Although Asha recorded a variety of material, from Indian classical music to pop, she is best known as a playback singer for Bollywood films.
(For those not familiar with the term, a playback singer provides the pre-recorded voice for the actors to lip sync too. Although it’s frowned on in the West, this practice carries no stigma in India; everyone is well aware that the on-screen beauty or hero is not actually singing the songs and it’s accepted as part of the illusion.)
The video below features 70s sexpot Helen miming to Asha’s souring vocal while dancing like a lunatic with a chocolate statue.
Asha’s older sister, Lata Mangeshkar, was also a playback singer and by the time Asha arrived on the scene Lata was at the top of the tree, only singing for the biggest names in the biggest movies.
Essentially cut off from her family following a scandalous marriage, Asha started at the bottom, singing hundreds of songs in low-rent productions and taking the roles in A-list pictures that the big leaguers didn’t want, all in a bid to stay afloat and provide for her kids.
Gradually Bollywood composers recognised Asha’s talent, and from the late 50s onwards she was a permanent feature of A-list movies. Her collaborations with R.D Burman, the funky son of a bitch responsible for the song below, helped breath new life into Bollywood music in the 70s by incorporating Western styles. The pairs were later married in 1980.
The song title, Dum Maro Dum, translates as “Take a Toke,” and it’s from the smash-hit film Hare Rama Hare Krishna. The film was a rather moralistic venture, dealing with pot smoking hippies and all their evil decadence.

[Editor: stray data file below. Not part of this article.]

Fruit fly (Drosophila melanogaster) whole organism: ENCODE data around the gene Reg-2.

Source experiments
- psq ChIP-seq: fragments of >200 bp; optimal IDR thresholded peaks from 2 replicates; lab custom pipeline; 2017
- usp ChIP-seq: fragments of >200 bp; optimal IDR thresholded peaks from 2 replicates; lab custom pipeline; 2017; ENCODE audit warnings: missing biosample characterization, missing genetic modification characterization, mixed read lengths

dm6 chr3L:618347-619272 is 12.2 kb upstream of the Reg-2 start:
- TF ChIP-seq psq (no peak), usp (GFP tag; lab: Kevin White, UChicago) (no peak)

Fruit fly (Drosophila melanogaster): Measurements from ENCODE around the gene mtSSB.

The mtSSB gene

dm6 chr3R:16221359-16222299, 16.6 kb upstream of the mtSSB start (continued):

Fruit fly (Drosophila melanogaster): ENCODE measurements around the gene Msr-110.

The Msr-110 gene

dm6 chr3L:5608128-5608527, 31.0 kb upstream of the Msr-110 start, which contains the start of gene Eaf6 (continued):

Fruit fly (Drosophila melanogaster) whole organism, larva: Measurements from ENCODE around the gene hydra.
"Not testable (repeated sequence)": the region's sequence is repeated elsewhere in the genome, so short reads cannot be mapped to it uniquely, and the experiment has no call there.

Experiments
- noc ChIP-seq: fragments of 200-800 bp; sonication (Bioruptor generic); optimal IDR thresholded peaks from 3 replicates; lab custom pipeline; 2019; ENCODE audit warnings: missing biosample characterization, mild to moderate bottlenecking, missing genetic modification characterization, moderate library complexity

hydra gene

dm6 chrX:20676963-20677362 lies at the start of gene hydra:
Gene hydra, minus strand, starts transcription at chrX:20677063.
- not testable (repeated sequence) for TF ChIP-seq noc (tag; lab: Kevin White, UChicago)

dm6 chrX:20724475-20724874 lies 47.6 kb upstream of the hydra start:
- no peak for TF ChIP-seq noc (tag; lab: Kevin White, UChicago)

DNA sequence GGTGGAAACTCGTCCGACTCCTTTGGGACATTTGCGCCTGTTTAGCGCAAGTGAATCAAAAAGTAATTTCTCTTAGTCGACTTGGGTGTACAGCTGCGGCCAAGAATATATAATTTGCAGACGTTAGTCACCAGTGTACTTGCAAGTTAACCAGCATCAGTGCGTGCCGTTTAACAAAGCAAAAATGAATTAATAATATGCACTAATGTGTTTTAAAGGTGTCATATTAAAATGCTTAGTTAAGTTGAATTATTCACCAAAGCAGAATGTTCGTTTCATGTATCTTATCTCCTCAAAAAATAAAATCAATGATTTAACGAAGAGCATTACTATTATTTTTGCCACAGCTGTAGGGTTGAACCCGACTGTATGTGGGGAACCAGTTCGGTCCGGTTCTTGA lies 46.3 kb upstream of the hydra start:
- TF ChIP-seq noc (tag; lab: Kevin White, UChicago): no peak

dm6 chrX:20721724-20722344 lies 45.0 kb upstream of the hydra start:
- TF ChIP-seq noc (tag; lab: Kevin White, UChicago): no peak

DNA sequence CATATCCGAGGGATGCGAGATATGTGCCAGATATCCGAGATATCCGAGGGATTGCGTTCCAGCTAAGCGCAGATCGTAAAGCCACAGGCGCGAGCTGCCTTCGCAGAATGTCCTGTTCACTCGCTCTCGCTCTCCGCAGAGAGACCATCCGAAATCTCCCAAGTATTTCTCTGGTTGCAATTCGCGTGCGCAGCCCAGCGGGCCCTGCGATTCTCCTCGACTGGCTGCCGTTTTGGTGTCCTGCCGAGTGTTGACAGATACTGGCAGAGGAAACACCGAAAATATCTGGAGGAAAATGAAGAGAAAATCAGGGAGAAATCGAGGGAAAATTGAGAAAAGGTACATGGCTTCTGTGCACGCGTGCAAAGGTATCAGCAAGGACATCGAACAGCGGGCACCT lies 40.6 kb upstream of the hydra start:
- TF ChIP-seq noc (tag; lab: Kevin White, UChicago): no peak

While Lata’s voice was as pure and beautiful as the virtuous Bollywood heroines she sang for, Asha’s was versatile, energetic, and above all, sexy (breathy giggles and moans a speciality). Although she occasionally sang for the heroine, Asha really made her name singing for a variety of supporting roles, from night club dancers to vampy bad girls.
Even now Asha continues to shine, and although in her eighties she is still recording and touring at a rate that would shame many a young pop pretender. Her voice is one of the most recognisable and exciting in world music history, remarkable for its enormous range (well over two-and-a-half octaves.)
Although her sister may lay a claim ( she was thought to be the most recorded artist for a long time), Asha is Bollywood’s true Playback Queen.
I’d like to end this post with O Saathi Re, a personal favourite, and one of the funkiest, most soulful Bollywood songs ever written (courtesy of the Kalyanji brothers from Rajasthan). It also features one of Asha’s very best performances.
Simply put, if this doesn’t make the hairs on the back of your neck stand up, you must be completely bald.